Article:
Two of the university administrators who oversaw the admissions practices examined in the Tribune investigation--the current president of the University of Illinois, B. Joseph White, and the former chancellor of university's Champaign-Urbana campus, Nancy Cantor--had maintained a similar mechanism for helping favored applicants circumvent merit-based admissions in their previous positions at the University of Michigan at Ann Arbor. Under the point-based undergraduate admissions system ultimately rejected by the U.S. Supreme Court in its 2003 Gratz v. Bollinger decision, Michigan reserved the right to award any applicant a 20-point bonus--the equivalent of the different between a 3.0 GPA and a 4.0 GPA--on its 150-point scale. No formal justification for the bonus awards was given.

The Chicago Tribune first exposed clout-based admissions at the University of Illinois in an article published May 29. That article, based on an examination of university records obtained through the state's Freedom of Information Act, described how the university classified applicants with the backing of powerful people as "Category I," and admitted some of the objections of its own admissions officers while quietly reversing the rejections of others.

In summarizing its key findings, the newspaper said:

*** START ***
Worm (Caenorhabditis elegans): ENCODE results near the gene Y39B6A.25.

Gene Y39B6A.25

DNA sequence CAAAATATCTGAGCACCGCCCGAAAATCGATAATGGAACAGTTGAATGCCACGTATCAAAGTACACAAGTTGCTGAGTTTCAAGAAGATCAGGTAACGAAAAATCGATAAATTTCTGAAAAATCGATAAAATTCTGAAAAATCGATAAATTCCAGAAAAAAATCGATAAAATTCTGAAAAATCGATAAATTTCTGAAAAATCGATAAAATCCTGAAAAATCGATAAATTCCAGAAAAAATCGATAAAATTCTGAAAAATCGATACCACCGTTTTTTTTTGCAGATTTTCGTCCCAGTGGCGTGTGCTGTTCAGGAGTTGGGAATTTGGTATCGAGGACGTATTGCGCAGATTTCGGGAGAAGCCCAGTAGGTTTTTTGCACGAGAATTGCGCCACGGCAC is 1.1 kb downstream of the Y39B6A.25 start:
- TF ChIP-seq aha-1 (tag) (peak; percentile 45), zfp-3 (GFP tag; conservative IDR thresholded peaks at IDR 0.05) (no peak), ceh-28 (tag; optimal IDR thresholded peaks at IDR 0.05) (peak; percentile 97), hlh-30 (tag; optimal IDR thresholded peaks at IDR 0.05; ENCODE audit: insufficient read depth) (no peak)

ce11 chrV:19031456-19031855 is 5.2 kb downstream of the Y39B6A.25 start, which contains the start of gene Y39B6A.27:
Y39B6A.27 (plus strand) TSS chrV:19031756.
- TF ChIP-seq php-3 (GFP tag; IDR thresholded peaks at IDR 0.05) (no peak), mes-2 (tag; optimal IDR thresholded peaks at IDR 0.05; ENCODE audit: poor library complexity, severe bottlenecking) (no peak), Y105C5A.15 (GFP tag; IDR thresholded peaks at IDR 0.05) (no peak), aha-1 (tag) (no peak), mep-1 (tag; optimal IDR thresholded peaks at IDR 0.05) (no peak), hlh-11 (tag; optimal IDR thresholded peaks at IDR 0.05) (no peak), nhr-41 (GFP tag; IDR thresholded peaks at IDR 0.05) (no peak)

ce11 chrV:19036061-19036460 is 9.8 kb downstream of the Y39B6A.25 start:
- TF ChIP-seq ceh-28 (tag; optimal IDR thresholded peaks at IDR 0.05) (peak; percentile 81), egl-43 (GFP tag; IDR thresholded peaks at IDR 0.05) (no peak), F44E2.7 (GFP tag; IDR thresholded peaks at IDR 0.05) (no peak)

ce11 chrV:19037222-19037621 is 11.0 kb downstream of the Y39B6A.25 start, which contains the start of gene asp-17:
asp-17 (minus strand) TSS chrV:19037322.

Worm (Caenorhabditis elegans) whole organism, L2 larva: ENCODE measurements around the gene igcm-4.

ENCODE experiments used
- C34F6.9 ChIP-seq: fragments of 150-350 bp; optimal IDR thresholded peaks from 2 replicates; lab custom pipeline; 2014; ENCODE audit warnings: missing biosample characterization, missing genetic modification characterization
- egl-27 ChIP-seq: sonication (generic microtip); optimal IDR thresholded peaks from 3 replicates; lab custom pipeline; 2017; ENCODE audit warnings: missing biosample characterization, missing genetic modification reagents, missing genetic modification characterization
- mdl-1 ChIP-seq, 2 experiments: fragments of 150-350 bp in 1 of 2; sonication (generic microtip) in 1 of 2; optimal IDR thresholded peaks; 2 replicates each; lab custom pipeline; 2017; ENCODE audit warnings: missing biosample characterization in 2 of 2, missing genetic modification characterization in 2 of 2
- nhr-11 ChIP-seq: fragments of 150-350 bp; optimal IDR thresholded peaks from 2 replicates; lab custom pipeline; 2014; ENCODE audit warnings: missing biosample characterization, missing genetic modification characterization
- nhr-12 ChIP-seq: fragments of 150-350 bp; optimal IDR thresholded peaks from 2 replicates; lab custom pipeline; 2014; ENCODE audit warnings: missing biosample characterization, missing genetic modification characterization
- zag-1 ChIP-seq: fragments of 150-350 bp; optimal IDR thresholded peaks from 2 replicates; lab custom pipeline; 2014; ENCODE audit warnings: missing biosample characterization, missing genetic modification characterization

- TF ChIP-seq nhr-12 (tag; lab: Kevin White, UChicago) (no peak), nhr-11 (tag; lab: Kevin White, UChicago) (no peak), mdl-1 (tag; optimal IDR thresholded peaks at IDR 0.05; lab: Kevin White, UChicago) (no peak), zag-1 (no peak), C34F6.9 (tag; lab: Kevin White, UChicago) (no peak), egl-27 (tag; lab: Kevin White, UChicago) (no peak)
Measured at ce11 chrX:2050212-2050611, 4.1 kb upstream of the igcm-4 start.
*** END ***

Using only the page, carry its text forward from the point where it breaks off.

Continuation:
--University officials recognized that certain students were underqualified--but admitted them anyway.
--Admissions officers complained in vain as their recommendations were overruled.
--Trustees pushed for preferred students, some of whom were friends, neighbors and relatives.
--Lawmakers delivered admission requests to U. of I. lobbyists, whose jobs depend on pleasing the lawmakers.
--University officials delayed admissions notifications to weak candidates until the end of the school year to minimize the fallout at top feeder high schools.

The article noted that about half of this year's 160 Category I applicants have ties to state lawmakers, and "a 2009 log managed by the university's government affairs office tracked nearly 80 applicants pushed by politicians."

Accompanying the article were internal university e-mails revealing that administrators regarded many of the applicants they were admitting as well below par, and that the university's law school also admitted subpar applicants with clout. Among the undergraduate applicants who had rejections reversed was a relative of convicted influence peddler Tony Rezko whose case was championed by then-Gov. Rod Blagojevich.

In a separate article published on May 31, the Tribune described how former governors Blagojevich and James Thompson leaned on gubernatorially appointed trustees to get applicants admitted. A related May 31 article describing the mechanisms through which politicians got applicants admitted tells of "an ongoing power struggle between educators who want to protect the integrity of the state's most prestigious public university and administrators who also feel compelled to appease powerful lawmakers."

University officials initially downplayed the role that the so-called "clout list" played in admissions. In the face of widespread outrage, however, they quickly pledged to clean up the process. On June 1 the university told the newspaper it was suspending the use of a clout list in the admissions process and setting up a task force to find ways to rid the admissions process of undue political influence.